But India does need more productive seeds.

We have better seeds than what has been given by Professor Pental. Our seeds are more productive. As for our mustard we can eat its leaves, extract aromatic oil, use it in Ayurveda. Our biodiversity sustains our people. We should not destroy it.

What do you think of the Niti Aayog?

When the Niti Aayog was formed we welcomed it. The former Planning Commission had a top-down approach to development, a one-size-fits-all model. Sharing of financial resources with states was steeped in politics. If the state was allied to the ruling party at the centre it was bestowed with money, special packages and so on.

Modiji understood the skewed situation. He had studied it as chief minister. He said what was needed was cooperative federalism. We need a bottom-up approach and programmes in line with that approach. Accordingly, the 14th Finance Commission report cut down centrally sponsored schemes and the focus is on cooperative federalism.

We have welcomed all this. But they appointed Arvind Panagariya, who does not understand India. He has spent his formative years abroad and comes with old-fashioned ideas of globalisation, WTO compliance, development via the FDI route. Well, the WTO has failed and FDI won’t give you any results.

The PM is not pushing for GM either. He says technology is required to increase agricultural productivity. But his words are misread as advocating GM. The PM wants the Northeast to be organic. He cannot be a proponent of GM.

This government has been there for more than three years now. Since then GEAC has had 20 meetings. They have made various proposals, done field trials and so on, but not even one has been passed by the environment ministry. Besides, almost 99 percent of public opinion is against GM.

But agriculture does need growth?

Yes, of course. But, over the years, funding for research has diminished. The Council for Scientific and Industrial Research (CSIR) does not have funds. We used to spend 27 percent of our budget on agriculture. Today we spend just one-and-a-half percent. The victim of that reduction is the researcher. So companies took over and scientists began working on their projects. We have, per hectare, the highest number of scientists in the world. They are not working because there is no incentive, no encouragement, no motivation. We have to promote our indigenous scientists, not foreign science and scientists.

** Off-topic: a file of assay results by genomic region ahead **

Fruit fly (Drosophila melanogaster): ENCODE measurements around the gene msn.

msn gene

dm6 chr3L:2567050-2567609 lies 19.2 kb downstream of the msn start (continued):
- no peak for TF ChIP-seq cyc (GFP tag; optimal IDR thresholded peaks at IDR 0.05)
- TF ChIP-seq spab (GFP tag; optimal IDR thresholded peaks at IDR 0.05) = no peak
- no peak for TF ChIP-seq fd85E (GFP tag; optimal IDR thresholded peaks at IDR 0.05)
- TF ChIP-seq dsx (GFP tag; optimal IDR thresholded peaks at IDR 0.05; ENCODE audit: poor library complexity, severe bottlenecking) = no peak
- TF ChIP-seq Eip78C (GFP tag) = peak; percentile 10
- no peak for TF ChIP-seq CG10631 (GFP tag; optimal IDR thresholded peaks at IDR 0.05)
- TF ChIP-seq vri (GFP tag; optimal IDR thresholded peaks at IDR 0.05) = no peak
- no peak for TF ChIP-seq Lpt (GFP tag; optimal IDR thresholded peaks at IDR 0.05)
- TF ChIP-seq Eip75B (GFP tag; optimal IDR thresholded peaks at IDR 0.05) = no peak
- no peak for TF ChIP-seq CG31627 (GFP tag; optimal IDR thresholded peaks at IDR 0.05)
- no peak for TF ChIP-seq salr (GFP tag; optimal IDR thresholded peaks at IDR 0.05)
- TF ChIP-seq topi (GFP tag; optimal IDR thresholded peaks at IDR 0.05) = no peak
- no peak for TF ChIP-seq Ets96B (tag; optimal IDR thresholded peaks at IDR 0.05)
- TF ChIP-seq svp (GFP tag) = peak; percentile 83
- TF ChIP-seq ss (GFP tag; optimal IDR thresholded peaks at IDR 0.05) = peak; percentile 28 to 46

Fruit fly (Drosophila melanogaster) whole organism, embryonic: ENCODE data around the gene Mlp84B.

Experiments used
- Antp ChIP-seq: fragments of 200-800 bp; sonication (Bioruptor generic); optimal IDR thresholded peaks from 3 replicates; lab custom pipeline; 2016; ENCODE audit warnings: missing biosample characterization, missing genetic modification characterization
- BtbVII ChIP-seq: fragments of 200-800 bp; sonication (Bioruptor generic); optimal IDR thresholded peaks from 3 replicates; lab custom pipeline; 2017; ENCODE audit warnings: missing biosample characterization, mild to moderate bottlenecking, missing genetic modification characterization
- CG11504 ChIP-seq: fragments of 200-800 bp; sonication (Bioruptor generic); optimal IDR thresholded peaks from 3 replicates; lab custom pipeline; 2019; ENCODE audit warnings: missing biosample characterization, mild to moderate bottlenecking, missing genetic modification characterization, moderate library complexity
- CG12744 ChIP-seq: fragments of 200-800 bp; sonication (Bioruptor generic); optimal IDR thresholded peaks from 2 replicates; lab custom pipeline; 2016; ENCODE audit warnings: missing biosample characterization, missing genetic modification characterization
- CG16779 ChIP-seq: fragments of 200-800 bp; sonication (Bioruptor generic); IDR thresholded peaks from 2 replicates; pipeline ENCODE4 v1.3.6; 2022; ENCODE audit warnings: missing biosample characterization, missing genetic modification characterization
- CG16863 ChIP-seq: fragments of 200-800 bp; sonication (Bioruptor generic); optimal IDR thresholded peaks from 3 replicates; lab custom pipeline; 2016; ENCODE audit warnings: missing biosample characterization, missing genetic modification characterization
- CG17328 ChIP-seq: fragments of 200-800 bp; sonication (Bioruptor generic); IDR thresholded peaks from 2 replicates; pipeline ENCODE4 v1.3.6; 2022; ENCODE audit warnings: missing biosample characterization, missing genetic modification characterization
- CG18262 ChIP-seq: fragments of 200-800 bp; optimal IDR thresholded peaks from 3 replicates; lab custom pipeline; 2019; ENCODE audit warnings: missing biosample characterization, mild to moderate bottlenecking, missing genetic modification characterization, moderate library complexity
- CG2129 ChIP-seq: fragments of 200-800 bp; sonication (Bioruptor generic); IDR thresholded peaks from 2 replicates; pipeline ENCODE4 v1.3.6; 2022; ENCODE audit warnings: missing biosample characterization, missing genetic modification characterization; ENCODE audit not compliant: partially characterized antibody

Very few Krishi Vigyan Kendras actually work on the ground.

See, if I say proudly that our non-GM mustard variety is better it is because our agricultural scientists have developed it. We objected to Bt brinjal. When we told the chief ministers of states to speak against Bt brinjal, they said, We have thousands of varieties of brinjal and all of them will vanish. Vandana Shiva said at a meeting that in Raipur we have 150,000 varieties of rice. Which country has this kind of diversity? I can’t allow it to be ruined.

Will the Niti Aayog listen to you?

If the Niti Aayog does not speak for the benefit of the nation, no one will listen to them. If they want to get heard they will have to prove that they are working for the small man, the poor person and the most marginalised individual.  I am not criticising them. But we don’t see any effort on their part to improve the agricultural sector. To them, increasing the farmers’ income simply means introducing GM.

I would request them to go to their archives. There they will find the dust-laden S.P. Gupta report. They will find the answers to everything — how to increase the income of farmers, how to improve livelihoods, how to develop an indigenous agro-food processing industry. They should take out this report and lobby to get its recommendations implemented. 

Comments

Currently there are no Comments. Be first to write a comment!